In Knoxville, Tennessee, organisers, too, have taken inspiration from the success of the Wunsiedel walkathon, recently launching a similar campaign to trick neo-Nazis into raising money for a cause that goes against their narrative.
Under the banner “HateXChange: Flip hate into involuntary donations”, individuals are asked to donate money for every white supremacist, neo-Nazi and far-right group member who shows up to a rally scheduled for Saturday in the southern US city.
“We want to make sure that they know what they do will cause involuntary donations,” says Achim Schmid (known in the US as TM Garrett), the “troll white supremacy” campaign organiser and an ambassador of EXIT USA, the US equivalent of EXIT Deutschland.
The rally, organised by Confederate 28, a white supremacist group that affiliates itself with the UK-based skinhead group Blood and Honour, is centred on a statue that honours Confederate soldiers in the city.
What threatens us the most are these white racist nationalists, alt-right, KKK, you name it, that's the threat. It's the white supremacists.
Schmid tells Al Jazeera that he knows all too well how and what neo-Nazis and white supremacists think.
He was once a part of part of the KKK in Germany and was involved in the skinhead music scene.
While he left that life behind in 2002, he says he sees the same qualities he once had in those participating in white supremacist rallies today.
These types of campaigns really “make a fool” out of those attending the rallies, Schmid says. “They’re embarrassed.”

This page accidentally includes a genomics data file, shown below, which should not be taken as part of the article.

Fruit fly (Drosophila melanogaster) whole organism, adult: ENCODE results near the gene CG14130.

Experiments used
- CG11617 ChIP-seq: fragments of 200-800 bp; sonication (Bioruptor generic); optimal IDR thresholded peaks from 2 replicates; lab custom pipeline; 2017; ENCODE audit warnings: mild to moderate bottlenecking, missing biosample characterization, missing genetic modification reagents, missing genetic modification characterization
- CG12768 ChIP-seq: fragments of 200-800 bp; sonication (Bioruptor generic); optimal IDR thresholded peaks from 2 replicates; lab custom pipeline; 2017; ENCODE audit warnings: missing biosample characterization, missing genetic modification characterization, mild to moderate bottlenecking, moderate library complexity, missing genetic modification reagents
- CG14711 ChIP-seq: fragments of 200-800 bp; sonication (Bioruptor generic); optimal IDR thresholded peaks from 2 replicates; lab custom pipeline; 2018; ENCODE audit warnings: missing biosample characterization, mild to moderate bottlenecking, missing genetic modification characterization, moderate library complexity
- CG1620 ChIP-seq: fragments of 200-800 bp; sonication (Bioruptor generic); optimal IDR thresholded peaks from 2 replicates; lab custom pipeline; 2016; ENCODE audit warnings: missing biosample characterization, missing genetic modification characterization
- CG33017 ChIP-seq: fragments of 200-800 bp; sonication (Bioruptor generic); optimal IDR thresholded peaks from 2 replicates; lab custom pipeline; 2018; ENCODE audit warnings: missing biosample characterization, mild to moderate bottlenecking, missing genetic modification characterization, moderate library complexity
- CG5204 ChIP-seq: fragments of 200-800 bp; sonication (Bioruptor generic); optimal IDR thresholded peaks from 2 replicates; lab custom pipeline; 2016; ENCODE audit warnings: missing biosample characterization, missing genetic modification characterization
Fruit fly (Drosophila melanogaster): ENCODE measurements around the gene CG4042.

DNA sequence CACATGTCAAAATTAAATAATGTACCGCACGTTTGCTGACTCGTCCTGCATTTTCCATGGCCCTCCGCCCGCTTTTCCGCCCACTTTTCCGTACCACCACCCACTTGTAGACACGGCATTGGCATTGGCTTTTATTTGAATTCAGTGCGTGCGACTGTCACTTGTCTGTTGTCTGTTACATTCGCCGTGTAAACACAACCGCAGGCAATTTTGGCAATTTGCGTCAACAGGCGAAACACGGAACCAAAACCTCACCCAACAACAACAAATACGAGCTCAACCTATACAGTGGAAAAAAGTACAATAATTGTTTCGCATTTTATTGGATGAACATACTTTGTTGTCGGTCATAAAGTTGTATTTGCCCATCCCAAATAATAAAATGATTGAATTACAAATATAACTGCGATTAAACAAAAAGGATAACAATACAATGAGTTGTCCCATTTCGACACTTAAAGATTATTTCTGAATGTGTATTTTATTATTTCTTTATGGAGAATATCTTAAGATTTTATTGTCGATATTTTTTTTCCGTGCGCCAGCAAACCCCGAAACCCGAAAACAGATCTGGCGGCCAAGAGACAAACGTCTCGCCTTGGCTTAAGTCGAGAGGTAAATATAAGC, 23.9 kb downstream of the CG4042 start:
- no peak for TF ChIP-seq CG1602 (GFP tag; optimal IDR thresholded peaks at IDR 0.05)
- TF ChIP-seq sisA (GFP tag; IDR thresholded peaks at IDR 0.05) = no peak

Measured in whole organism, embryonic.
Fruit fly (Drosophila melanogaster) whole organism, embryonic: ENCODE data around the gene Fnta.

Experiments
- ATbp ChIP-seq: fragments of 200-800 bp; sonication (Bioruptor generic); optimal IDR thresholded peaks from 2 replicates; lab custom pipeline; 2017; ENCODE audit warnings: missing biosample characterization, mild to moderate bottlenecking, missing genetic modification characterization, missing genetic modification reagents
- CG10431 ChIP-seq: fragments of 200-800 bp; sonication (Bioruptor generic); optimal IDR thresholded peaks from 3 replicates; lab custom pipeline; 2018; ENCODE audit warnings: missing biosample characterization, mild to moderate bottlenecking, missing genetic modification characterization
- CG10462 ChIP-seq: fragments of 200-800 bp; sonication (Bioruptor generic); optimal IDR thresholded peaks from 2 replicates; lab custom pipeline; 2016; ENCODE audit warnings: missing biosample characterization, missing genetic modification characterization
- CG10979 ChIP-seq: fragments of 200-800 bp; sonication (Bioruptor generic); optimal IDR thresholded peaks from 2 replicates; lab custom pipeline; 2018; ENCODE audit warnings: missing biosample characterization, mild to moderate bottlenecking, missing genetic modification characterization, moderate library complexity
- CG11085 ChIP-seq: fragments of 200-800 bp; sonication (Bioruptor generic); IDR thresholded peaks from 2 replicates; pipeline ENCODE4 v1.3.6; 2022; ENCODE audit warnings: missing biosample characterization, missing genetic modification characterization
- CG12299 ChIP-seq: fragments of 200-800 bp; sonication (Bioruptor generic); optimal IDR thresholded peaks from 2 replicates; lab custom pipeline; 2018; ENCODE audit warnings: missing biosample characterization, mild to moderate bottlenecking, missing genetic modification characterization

He adds that white supremacists and neo-Nazis are especially angered if they know that so-called formers, like himself, are involved.
“It makes them furious.”
Schmid is also launching a social media campaign, raising one dollar for anti-racist organisations for every “hate post” reported.
The SPLC’s Brooks says that such alternative methods are important as they take the attention off alt-right groups.
“We don’t want to ever just direct all the attention to them because that is what they want,” Brooks says. “We have to deny them the spectacle that they’re so desperate to have.”
Both Schmid and Wichmann say they hope their alternative campaigns, as well as peaceful counterprotests will help counter the narrative of the alt-right.
For Schmid, especially, he says more must be done to stop what he calls the greatest threat to the United States.
“Here in the USA, the main threat is not ISIS,” Schmid says referring to the Islamic State of Iraq and the Levant (ISIL).
“What threatens us the most are these white racist nationalists, alt-right, KKK, you name it, that’s the threat. It’s the white supremacists.”
Follow Laurin-Whitney Gottbrath on Twitter: @elledubg